Researchers at FireEye have recently unearthed a particularly nasty new campaign that is both multi-faceted and dangerous. At the heart of the attack are hacked websites which display seemingly innocuous popup message informing the site visitor that their browser is out of date. It will helpfully provide a one-touch solution to the non-existen21t problem via a button that promises to download the latest version of the browser in question.

Naturally, it does no such thing.  Instead, it uses a series of JavaScripts to gather information about the target computer and send the details back to the command and control server.

The server then responds to the findings reported by the initial script by uploading the initial payload.  This varies based on the details gleaned, but generally includes some type of banking trojan malware and a backdoor such as Dridex, NetSupport Manager RAT, or similar.  If the initial scan reveals that the target computer is part of a corporate network, then an additional payload is also injected onto the target machine, but we'll get to that in a moment.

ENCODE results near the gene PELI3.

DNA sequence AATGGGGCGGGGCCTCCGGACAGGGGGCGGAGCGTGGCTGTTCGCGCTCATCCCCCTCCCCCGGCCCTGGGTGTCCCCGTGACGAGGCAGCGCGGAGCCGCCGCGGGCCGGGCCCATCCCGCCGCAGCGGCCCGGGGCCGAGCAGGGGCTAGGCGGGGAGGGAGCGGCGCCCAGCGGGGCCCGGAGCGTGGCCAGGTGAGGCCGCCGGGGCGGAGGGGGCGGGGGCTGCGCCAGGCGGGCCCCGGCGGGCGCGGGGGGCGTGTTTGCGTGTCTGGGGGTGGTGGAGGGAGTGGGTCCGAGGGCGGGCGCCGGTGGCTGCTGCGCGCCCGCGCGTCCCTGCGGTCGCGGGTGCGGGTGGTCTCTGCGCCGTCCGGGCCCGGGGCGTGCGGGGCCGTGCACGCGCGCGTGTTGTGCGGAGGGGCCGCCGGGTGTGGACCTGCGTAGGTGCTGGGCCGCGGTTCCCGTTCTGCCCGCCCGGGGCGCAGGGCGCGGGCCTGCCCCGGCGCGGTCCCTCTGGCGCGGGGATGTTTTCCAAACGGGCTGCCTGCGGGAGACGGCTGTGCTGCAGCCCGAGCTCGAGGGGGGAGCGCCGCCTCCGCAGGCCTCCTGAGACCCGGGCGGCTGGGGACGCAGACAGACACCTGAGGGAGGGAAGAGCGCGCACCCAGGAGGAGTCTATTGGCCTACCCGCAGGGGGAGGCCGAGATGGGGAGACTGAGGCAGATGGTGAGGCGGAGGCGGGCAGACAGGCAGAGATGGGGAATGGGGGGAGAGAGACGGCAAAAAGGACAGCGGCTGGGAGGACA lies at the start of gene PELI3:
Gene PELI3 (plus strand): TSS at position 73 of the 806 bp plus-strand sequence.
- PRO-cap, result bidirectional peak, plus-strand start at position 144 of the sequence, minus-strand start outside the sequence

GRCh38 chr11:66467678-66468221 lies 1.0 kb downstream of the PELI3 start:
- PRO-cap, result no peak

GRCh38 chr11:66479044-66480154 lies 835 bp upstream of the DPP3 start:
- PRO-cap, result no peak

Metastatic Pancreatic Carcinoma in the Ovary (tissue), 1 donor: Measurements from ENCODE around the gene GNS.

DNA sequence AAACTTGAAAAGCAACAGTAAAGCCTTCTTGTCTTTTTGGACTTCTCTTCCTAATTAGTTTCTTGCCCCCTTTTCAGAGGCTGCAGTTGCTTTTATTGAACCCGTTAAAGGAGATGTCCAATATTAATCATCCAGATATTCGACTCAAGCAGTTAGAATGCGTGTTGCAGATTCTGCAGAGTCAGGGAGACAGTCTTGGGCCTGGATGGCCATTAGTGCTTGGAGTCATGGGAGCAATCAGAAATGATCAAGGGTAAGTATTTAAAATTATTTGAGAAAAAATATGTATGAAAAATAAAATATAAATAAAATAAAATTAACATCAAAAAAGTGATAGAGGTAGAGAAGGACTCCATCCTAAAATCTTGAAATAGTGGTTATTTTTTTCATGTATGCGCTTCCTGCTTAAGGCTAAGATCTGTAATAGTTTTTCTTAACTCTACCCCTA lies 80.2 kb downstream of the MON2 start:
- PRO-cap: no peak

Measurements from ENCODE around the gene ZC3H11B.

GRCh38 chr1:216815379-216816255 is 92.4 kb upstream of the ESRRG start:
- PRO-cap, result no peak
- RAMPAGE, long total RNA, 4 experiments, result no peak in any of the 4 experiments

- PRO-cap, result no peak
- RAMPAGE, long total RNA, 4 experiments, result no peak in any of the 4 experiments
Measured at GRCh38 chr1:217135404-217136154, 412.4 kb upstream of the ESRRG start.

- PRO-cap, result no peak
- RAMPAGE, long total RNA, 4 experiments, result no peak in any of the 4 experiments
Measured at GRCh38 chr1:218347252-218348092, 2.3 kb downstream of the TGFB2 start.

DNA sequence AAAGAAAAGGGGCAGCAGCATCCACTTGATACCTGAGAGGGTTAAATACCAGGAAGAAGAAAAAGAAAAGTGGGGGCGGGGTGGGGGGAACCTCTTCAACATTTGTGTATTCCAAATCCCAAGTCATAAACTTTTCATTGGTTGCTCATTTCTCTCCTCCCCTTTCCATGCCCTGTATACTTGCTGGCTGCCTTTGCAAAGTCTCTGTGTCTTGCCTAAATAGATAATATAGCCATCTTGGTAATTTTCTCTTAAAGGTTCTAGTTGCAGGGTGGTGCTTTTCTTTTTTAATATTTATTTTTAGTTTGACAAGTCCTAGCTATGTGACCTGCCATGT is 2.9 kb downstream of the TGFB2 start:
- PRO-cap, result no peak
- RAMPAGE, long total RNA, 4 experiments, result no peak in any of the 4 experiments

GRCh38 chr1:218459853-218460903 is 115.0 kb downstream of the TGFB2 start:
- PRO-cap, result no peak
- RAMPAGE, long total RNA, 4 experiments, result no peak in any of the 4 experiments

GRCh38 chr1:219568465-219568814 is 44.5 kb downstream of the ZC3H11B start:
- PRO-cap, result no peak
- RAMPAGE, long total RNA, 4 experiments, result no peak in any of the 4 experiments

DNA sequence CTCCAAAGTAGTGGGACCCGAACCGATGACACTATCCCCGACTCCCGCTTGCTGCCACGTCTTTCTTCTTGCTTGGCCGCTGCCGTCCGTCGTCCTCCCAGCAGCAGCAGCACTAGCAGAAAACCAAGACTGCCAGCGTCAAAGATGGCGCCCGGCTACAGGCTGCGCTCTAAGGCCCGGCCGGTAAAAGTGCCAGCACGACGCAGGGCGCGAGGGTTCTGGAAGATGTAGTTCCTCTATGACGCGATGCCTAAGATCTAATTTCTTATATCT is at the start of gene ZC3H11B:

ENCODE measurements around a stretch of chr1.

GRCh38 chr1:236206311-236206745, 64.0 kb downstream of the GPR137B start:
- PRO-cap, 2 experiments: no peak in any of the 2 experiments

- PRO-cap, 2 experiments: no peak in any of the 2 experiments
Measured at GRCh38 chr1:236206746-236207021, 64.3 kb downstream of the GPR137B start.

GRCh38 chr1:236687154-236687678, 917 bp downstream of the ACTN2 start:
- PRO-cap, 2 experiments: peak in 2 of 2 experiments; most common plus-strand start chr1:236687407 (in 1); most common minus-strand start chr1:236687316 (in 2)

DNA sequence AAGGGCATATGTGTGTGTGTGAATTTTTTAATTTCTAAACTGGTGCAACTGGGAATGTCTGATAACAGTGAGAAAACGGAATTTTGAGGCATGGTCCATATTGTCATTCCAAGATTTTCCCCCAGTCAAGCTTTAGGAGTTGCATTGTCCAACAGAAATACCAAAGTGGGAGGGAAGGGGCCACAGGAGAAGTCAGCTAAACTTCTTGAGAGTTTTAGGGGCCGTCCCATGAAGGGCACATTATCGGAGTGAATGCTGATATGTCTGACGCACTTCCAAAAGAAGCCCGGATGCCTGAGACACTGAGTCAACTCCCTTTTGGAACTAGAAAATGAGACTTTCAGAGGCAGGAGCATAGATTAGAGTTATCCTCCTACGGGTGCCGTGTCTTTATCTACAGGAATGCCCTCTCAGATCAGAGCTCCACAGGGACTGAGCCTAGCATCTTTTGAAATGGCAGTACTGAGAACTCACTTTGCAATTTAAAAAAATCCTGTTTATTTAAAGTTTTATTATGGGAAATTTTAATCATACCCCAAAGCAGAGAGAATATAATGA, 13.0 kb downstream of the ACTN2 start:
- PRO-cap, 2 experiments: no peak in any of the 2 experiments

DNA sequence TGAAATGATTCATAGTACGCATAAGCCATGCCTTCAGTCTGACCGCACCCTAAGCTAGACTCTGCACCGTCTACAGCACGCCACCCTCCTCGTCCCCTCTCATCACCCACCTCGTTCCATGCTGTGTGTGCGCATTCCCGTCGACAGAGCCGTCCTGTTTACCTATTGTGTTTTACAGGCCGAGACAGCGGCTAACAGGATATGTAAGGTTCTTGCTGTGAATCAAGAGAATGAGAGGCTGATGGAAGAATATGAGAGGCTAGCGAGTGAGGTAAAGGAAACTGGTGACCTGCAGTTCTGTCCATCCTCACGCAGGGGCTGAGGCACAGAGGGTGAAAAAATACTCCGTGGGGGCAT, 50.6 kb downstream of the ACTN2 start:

The first part of the payload will busily ferret out login credentials and other sensitive information, exfiltrating any files of value back to the command and control server.

Only when this operation has been completed and if the computer is part of a corporate network will the second stage we referenced earlier trigger, which is a strain of ransomware, normally BitPaymer or DoppelPaymer. The ransomware spreads through the network as far as it is able, encrypting files network wide.

These two ransomware strains are known for their hefty ransom demands, which often run into the hundreds of thousands, or even millions of dollars.

This multi-stage approach is dreadfully effective.  It not only allows the hackers to squeeze a wide range of sensitive data from infected systems, but then, locks them down hard and demands a hefty payment.  Be sure your staff is aware.  This one's about as dangerous as they come.

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